Iron is made using a blast furnace see below:
1. The three raw materials needed to make iron are added into the top of the furnace.
i) Iron ore – found in rocks. This is a gross raw material as it looses weight on being manufactured.
ii) Coal – Dug from under the ground in from either “Adit” mines or “Deep shaft” mines. This is needed to heat the furnace.
iii) Limestone – Dug from pits similar to the iron ore, this is needed to separate the iron ore from the rocks.
2. Hot air is then added into the furnace
3. The waste material called slag is ejected from the sides of the furnace (this can be used later as a base for roads as it is very hard).
4. Molten iron pours out of the blast furnace into ingots of iron called pigs as they look like piglets suckling on their mother!
At this stage this “pig iron” is very brittle and would break if dropped
Some of the iron is now moulded into ingots and sold, but the majority is either cast into other things or turned into steel.
Molten iron is fed into a machine called a “converter” (pictured left). Then with a pipe called a lance oxygen is blown through the iron to create steel. Most of this operation is controlled in a control room.
This steel is then ready to be moulded in the rolling mill. (Pictured left)
Then the steel can be sold.
This is the first site looked at on the video it was one of the earliest iron forging centres in England. It originates from over 200 years ago. It would have properly looked similar to this mill pictured right. Here the raw materials were harvested nearby the trees were cut down to produce charcoal, and lime stone and iron ore were dug from nearby pits and mines.
The large metal hammer known as a forge was driven by the water wheel out side. The mill would be built near a river and water would be channelled away down a man made stream and into the mill to power the water wheel.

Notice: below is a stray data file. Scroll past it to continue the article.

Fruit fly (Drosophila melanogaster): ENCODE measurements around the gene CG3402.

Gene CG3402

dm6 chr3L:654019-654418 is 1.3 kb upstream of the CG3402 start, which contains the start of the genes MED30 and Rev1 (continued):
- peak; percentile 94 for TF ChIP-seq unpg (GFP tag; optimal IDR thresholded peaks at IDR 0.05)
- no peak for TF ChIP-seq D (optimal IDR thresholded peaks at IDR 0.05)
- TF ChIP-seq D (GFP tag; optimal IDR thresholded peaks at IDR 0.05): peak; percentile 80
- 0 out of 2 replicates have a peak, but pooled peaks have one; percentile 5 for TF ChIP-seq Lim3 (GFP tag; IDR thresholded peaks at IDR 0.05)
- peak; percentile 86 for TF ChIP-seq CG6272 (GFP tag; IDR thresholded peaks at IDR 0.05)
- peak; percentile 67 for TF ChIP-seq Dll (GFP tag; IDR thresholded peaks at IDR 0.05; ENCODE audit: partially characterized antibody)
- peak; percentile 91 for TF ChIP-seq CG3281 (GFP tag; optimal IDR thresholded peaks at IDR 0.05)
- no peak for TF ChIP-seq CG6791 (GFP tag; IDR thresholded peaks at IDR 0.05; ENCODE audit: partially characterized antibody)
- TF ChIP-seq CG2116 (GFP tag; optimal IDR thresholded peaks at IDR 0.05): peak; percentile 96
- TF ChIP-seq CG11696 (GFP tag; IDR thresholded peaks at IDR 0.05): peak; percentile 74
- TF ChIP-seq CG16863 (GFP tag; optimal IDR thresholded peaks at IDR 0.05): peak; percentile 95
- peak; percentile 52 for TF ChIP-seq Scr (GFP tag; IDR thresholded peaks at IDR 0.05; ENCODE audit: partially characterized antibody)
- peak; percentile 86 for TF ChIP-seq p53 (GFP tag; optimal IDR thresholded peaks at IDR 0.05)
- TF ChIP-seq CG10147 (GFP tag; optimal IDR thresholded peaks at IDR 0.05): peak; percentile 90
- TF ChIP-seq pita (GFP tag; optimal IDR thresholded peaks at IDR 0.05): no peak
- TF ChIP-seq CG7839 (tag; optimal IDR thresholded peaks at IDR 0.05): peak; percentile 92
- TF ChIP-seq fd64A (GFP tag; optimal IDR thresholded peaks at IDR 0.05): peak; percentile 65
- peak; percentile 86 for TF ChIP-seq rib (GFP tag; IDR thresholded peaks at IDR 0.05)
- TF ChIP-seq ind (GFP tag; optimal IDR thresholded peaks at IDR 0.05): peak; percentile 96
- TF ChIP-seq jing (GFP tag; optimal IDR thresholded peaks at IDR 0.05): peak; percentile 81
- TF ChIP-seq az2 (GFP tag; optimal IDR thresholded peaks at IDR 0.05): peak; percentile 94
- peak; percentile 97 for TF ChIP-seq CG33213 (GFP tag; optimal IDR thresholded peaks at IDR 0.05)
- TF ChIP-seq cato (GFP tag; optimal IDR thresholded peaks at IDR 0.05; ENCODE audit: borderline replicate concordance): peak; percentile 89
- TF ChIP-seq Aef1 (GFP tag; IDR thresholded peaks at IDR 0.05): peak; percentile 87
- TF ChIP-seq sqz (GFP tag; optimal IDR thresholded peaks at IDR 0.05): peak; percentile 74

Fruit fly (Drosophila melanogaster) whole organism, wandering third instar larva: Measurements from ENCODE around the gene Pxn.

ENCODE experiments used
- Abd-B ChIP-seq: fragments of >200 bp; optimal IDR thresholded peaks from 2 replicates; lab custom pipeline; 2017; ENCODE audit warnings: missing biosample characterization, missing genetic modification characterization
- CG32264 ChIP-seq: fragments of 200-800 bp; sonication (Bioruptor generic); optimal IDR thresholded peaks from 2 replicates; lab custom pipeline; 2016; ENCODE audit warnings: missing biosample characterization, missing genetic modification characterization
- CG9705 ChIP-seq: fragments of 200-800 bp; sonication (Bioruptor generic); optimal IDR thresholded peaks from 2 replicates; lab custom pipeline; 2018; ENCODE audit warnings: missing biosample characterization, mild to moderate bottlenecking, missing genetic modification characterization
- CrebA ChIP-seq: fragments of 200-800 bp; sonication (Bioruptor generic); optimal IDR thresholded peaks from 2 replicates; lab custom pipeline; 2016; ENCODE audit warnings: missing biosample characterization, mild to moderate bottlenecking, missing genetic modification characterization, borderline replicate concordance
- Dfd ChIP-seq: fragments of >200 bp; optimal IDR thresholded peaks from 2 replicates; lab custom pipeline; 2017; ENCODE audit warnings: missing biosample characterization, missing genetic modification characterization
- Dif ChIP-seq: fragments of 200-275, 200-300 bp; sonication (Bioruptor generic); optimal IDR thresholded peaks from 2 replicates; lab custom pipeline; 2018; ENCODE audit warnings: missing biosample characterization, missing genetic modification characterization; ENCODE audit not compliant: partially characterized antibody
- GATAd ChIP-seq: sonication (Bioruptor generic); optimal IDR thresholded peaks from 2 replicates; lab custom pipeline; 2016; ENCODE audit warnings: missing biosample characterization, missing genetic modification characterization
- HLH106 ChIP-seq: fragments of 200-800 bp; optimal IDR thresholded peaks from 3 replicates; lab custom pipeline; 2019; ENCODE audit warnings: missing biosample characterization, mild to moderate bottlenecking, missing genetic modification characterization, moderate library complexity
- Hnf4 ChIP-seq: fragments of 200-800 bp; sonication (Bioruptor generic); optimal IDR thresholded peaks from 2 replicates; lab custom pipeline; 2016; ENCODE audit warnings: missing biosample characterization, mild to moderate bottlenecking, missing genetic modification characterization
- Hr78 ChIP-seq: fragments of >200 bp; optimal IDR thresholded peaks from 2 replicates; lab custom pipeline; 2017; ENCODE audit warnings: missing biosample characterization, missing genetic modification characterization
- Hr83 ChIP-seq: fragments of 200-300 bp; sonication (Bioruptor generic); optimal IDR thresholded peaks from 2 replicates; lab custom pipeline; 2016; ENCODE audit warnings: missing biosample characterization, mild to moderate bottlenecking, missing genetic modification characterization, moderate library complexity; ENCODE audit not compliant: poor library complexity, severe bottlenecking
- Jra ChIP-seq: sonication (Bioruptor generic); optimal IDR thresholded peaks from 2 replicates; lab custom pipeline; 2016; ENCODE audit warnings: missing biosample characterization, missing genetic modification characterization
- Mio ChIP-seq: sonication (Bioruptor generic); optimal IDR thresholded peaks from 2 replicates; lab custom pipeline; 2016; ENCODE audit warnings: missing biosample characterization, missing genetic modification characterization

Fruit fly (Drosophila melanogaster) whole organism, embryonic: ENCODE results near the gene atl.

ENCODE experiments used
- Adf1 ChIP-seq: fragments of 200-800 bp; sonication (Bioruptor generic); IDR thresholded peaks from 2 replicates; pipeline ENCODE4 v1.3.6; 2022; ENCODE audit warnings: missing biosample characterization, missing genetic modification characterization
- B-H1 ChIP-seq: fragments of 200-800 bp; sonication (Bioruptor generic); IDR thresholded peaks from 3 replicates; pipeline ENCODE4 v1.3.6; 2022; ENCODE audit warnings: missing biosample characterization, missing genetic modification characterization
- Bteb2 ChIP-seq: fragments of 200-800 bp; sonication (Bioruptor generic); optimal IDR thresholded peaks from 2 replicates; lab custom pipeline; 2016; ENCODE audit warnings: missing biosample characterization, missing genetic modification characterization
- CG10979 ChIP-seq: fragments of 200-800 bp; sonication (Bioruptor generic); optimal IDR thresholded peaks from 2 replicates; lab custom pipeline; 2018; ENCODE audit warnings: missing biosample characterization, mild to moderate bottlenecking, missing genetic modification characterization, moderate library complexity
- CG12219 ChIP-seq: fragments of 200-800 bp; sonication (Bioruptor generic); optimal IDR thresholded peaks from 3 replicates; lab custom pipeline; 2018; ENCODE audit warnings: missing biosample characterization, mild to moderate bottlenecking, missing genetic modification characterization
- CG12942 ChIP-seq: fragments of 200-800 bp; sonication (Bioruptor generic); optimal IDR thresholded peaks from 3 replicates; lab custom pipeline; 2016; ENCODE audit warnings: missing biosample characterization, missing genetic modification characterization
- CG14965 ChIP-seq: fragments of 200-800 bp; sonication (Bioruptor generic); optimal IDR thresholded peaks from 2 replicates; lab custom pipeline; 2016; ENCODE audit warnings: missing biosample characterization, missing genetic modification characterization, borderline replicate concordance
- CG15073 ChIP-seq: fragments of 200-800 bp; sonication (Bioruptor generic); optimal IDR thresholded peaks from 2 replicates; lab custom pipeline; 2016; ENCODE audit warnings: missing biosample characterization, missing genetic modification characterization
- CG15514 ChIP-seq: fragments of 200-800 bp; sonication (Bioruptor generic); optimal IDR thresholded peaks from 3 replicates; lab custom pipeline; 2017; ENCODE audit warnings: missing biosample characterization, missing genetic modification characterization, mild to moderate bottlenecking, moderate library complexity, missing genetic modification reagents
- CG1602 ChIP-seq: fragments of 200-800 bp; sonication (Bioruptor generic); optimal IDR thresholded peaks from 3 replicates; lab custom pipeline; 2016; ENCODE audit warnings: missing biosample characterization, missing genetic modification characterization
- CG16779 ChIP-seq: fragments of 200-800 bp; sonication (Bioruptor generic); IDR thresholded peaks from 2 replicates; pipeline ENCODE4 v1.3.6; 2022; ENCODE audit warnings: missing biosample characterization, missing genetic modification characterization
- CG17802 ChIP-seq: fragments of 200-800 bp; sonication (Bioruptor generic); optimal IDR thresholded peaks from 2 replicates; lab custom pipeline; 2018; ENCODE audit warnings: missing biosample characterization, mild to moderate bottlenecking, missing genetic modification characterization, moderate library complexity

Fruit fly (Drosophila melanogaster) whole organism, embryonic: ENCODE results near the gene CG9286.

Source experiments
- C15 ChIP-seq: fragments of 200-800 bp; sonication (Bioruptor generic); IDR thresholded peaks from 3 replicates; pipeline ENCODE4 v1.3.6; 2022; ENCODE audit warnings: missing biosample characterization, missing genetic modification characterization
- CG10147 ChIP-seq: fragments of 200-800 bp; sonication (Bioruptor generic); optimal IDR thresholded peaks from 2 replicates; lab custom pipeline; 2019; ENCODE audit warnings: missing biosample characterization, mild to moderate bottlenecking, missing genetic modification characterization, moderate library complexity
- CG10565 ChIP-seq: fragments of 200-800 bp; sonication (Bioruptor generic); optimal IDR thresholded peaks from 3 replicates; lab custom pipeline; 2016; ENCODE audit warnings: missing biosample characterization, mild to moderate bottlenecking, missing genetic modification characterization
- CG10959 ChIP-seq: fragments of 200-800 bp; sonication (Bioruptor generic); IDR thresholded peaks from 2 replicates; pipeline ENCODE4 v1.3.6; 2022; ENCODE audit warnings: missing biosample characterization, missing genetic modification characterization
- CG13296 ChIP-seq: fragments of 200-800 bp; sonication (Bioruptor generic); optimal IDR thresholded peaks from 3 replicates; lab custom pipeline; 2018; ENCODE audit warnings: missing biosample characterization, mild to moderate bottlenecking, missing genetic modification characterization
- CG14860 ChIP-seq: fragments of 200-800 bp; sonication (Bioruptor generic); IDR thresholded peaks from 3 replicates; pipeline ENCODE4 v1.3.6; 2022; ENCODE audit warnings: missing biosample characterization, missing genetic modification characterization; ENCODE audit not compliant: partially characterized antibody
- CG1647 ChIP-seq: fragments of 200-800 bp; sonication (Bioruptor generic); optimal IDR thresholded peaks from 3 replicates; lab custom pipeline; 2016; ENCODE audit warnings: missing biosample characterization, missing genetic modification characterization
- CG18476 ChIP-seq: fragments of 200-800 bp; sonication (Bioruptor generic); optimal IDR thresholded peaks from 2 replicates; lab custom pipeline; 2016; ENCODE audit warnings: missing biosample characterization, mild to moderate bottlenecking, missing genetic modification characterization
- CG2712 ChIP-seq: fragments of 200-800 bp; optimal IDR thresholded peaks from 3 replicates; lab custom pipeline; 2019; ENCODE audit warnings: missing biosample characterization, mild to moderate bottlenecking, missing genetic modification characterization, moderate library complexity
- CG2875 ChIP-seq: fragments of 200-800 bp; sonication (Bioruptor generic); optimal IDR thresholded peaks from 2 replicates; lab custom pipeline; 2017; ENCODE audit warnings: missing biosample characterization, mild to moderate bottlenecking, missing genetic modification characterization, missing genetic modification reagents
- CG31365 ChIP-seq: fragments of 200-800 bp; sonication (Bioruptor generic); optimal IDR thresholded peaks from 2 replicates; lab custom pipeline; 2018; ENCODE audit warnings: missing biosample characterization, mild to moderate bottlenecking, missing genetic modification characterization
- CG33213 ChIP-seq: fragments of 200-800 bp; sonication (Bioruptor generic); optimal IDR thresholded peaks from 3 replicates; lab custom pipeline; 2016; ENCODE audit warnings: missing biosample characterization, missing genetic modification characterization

At the next location there is lack of wood for use as fuel so I new fuel had to be found. Coal was the answer. This more modern iron mill was situated near a valley that in its walls contained both coal and limestone. This diagram illustrates this. Miners would dig into the hill to harness the coal. This changed the shape of not only the landscape but the face of mining for ever. This led to an expansion in industry, because the raw materials could be mined on the spot. Areas such as Sheffield became very industrial very quickly because it had a constant supply of coal in the Yorkshire – Nottingham coalfield. It was also very accessible as it was surrounded by rivers that served as a form of transport.
This location looked at a modern iron and steel mill. Situated on the coast the reason for this being that most of the modern day iron ore is mined overseas and shipped to countries by ships. For example in places like Sweden many mountains have been mined for their iron ore content, also in many remote places like villages 150 miles north of the arctic circle. Because of these remote locations many settlements have been established to supply workers to these mines.
This is a picture of a mining town in Japan. In places like Western Australia whole mountain tops have been destroyed. 75 % of the worlds iron ore comes from Japan, Australia, and India alone. Japan is the 3rd largest producer of iron ore. Over 30 train loads of iron ore can leave 1 mine in a day. As soon as the iron ore arrives at the coast location it is immediately smelted. This is done to help keep costs low. These iron mills tend to be the biggest, most automated, and most hi-tech mills in Europe. Some can be over 1mile long!
The coast location is the most suited to this task as it offers an unlimited amount of transport and cuts down on costs by having most of the iron ore imported from other countries.